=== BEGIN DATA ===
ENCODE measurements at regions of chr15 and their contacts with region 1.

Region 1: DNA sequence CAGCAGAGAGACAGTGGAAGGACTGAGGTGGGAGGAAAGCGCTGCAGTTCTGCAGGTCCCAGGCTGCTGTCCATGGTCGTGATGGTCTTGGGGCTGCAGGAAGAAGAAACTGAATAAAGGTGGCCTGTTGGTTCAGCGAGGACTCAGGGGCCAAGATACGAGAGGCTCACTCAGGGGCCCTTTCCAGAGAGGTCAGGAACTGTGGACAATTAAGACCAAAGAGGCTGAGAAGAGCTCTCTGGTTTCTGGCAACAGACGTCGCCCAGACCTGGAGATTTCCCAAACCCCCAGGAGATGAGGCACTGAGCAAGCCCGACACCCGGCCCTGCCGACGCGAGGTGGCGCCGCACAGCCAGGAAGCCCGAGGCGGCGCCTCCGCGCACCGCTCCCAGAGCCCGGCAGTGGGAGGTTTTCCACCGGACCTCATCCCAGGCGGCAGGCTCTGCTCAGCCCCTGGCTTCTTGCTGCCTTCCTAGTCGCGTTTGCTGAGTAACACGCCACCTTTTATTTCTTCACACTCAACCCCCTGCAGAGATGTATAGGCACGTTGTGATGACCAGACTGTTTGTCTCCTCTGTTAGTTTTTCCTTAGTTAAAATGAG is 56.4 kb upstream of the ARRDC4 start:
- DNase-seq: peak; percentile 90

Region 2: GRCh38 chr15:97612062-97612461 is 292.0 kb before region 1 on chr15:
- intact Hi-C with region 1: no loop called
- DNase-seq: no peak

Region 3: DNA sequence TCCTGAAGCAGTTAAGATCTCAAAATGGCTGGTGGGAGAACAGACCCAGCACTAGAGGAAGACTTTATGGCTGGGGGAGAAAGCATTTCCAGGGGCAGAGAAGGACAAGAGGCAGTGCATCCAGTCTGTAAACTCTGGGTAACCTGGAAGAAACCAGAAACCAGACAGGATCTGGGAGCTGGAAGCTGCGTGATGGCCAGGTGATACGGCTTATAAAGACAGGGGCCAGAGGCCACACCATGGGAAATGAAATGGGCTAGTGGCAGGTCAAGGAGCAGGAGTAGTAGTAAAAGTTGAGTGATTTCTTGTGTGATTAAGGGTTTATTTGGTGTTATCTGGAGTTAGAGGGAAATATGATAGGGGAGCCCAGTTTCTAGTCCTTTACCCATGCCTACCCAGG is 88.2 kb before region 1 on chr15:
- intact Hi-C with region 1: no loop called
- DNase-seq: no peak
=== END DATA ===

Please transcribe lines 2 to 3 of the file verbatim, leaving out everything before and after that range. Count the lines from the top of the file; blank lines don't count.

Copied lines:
Region 1: DNA sequence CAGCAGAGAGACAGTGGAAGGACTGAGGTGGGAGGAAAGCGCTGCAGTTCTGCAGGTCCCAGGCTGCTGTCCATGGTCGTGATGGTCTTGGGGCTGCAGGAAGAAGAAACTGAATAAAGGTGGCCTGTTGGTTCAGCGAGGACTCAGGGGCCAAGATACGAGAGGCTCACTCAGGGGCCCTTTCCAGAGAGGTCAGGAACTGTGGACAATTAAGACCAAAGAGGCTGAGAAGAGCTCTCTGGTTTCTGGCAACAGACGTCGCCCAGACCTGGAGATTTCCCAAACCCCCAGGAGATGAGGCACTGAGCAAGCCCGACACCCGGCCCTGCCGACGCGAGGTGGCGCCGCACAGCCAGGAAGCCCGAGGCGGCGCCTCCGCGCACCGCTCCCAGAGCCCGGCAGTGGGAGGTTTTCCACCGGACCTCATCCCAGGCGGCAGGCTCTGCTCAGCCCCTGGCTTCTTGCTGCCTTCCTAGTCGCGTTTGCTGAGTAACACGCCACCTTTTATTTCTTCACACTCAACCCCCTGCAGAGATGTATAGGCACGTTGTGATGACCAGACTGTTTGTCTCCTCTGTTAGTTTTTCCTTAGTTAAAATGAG is 56.4 kb upstream of the ARRDC4 start:
- DNase-seq: peak; percentile 90